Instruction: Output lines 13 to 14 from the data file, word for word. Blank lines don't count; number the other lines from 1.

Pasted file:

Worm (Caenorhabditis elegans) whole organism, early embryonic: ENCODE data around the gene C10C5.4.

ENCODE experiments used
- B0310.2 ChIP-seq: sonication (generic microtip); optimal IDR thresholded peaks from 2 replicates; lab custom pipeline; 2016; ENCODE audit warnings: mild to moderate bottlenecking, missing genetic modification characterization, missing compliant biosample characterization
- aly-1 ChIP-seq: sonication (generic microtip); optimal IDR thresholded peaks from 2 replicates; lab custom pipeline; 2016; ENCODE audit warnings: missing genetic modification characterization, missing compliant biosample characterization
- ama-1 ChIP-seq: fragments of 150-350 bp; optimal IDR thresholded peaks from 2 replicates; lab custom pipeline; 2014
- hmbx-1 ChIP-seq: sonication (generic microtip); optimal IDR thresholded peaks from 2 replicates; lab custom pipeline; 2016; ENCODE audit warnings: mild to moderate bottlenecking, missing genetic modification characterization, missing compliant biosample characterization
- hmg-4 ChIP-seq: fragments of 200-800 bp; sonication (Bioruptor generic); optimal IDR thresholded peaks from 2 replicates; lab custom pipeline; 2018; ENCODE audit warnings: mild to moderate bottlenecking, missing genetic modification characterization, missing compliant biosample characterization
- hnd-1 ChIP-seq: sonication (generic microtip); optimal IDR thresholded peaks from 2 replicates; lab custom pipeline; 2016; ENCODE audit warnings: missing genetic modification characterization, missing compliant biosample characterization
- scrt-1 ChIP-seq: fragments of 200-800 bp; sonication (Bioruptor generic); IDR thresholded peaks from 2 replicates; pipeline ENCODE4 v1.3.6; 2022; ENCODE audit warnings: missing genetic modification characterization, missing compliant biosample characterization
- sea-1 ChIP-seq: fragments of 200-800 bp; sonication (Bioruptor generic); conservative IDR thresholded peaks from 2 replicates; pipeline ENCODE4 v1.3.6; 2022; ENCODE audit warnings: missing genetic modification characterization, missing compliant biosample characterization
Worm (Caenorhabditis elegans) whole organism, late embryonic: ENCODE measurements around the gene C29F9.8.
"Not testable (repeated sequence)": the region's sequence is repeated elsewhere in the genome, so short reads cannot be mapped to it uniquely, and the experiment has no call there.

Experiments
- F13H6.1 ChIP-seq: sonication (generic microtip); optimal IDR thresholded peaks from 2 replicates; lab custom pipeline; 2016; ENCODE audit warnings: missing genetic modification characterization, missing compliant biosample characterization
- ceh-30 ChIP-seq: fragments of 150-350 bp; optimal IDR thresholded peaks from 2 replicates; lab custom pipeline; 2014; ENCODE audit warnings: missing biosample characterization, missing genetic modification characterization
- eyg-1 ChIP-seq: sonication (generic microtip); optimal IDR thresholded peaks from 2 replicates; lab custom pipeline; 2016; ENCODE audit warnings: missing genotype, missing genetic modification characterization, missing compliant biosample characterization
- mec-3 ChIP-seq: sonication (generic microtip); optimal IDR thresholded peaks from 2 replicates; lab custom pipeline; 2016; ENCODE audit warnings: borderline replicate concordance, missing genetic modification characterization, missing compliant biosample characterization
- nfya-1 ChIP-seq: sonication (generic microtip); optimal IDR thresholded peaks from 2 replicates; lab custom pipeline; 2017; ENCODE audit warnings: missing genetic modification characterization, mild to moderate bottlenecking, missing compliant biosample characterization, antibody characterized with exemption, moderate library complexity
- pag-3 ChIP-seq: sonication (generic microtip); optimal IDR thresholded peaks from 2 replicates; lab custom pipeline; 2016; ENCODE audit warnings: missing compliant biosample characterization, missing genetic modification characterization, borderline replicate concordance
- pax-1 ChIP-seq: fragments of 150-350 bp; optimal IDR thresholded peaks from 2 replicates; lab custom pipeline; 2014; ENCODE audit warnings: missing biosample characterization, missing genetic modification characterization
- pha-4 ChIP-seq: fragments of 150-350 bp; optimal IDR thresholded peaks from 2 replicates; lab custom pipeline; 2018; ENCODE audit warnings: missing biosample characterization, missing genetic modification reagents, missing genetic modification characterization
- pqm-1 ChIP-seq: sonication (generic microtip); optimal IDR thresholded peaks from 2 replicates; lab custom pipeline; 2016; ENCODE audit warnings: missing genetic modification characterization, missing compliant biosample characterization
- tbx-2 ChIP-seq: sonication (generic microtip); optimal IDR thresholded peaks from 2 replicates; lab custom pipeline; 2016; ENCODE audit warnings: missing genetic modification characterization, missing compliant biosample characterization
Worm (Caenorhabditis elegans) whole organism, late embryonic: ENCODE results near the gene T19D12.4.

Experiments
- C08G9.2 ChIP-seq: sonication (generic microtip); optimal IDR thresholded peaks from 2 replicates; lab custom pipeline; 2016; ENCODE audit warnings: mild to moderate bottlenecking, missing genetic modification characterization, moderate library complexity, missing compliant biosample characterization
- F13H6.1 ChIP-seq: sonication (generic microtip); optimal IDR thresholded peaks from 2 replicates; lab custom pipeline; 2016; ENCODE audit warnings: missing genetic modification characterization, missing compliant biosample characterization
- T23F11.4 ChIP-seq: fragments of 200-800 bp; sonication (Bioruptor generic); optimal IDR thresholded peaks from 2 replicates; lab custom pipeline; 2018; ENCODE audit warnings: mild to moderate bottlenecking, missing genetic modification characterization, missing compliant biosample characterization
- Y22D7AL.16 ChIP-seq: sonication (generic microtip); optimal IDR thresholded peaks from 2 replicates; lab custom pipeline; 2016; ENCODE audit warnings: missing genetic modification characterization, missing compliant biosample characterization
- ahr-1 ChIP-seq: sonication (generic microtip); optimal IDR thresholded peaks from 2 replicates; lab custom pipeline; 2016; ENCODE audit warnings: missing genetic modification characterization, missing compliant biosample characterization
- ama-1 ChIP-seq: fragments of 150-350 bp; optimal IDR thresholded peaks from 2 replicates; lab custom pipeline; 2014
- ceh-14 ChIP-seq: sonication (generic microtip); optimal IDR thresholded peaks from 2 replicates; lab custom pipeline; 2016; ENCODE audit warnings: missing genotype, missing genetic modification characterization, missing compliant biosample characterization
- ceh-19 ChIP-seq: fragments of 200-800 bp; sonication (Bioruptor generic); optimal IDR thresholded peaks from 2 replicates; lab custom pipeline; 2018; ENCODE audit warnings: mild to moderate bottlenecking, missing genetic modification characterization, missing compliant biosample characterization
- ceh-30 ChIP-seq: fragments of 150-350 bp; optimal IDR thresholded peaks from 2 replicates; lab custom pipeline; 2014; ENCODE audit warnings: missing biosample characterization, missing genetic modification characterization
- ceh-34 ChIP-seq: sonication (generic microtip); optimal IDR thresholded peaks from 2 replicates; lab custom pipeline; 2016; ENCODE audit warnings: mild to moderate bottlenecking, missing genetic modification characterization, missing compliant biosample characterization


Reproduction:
Experiments
- F13H6.1 ChIP-seq: sonication (generic microtip); optimal IDR thresholded peaks from 2 replicates; lab custom pipeline; 2016; ENCODE audit warnings: missing genetic modification characterization, missing compliant biosample characterization